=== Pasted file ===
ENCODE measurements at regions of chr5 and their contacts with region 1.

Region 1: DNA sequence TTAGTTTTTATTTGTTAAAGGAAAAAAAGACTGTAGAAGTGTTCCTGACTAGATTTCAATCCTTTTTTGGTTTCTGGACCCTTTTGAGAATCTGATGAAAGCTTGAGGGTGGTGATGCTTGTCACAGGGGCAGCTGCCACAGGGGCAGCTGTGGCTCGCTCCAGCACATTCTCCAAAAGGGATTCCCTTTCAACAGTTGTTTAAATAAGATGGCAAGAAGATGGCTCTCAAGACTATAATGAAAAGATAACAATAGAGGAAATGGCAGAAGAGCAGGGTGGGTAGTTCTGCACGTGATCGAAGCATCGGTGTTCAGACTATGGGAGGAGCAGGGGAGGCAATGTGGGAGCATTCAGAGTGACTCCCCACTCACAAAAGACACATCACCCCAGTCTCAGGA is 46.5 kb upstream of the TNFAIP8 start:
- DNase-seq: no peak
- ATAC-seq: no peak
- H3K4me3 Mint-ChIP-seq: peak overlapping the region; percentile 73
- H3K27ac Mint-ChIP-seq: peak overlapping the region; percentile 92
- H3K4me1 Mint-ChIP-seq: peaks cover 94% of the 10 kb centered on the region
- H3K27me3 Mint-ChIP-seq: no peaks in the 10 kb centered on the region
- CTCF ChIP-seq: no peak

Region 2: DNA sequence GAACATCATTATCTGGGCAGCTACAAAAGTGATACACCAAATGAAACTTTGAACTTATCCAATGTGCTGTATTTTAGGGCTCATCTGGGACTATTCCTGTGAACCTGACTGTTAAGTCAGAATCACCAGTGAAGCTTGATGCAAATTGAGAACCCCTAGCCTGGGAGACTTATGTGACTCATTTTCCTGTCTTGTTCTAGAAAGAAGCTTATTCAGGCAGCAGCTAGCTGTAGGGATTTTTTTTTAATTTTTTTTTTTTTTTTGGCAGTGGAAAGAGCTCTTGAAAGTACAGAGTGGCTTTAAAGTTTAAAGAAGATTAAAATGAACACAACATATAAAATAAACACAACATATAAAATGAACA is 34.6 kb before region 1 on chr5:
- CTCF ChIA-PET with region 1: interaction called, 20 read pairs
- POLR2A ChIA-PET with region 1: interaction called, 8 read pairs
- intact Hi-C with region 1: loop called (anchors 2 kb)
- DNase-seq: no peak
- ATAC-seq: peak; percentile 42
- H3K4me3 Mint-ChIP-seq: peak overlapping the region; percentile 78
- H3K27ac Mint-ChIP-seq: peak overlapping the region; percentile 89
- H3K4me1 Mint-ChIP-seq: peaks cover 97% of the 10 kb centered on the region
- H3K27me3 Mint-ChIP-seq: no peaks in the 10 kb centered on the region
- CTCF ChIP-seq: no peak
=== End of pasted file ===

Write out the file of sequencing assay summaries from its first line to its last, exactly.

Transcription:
ENCODE measurements at regions of chr5 and their contacts with region 1.

Region 1: DNA sequence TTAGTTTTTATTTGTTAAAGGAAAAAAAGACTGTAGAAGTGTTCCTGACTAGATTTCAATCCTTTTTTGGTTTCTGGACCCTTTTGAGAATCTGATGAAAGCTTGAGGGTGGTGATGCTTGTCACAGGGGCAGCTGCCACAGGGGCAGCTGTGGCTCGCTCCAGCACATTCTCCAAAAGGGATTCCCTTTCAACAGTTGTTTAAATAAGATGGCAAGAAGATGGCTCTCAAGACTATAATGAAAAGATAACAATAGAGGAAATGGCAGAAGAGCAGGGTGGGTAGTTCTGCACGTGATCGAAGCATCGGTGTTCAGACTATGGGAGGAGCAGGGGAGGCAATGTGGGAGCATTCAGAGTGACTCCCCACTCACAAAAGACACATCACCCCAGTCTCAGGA is 46.5 kb upstream of the TNFAIP8 start:
- DNase-seq: no peak
- ATAC-seq: no peak
- H3K4me3 Mint-ChIP-seq: peak overlapping the region; percentile 73
- H3K27ac Mint-ChIP-seq: peak overlapping the region; percentile 92
- H3K4me1 Mint-ChIP-seq: peaks cover 94% of the 10 kb centered on the region
- H3K27me3 Mint-ChIP-seq: no peaks in the 10 kb centered on the region
- CTCF ChIP-seq: no peak

Region 2: DNA sequence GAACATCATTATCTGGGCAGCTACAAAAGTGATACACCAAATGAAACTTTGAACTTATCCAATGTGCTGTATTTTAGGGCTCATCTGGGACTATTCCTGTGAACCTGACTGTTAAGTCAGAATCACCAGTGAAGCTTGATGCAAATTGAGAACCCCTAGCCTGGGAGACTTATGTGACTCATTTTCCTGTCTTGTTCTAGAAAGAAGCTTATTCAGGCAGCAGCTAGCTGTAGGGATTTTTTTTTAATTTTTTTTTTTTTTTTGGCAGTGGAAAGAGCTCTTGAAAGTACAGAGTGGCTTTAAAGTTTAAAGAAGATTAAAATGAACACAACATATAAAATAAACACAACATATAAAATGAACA is 34.6 kb before region 1 on chr5:
- CTCF ChIA-PET with region 1: interaction called, 20 read pairs
- POLR2A ChIA-PET with region 1: interaction called, 8 read pairs
- intact Hi-C with region 1: loop called (anchors 2 kb)
- DNase-seq: no peak
- ATAC-seq: peak; percentile 42
- H3K4me3 Mint-ChIP-seq: peak overlapping the region; percentile 78
- H3K27ac Mint-ChIP-seq: peak overlapping the region; percentile 89
- H3K4me1 Mint-ChIP-seq: peaks cover 97% of the 10 kb centered on the region
- H3K27me3 Mint-ChIP-seq: no peaks in the 10 kb centered on the region
- CTCF ChIP-seq: no peak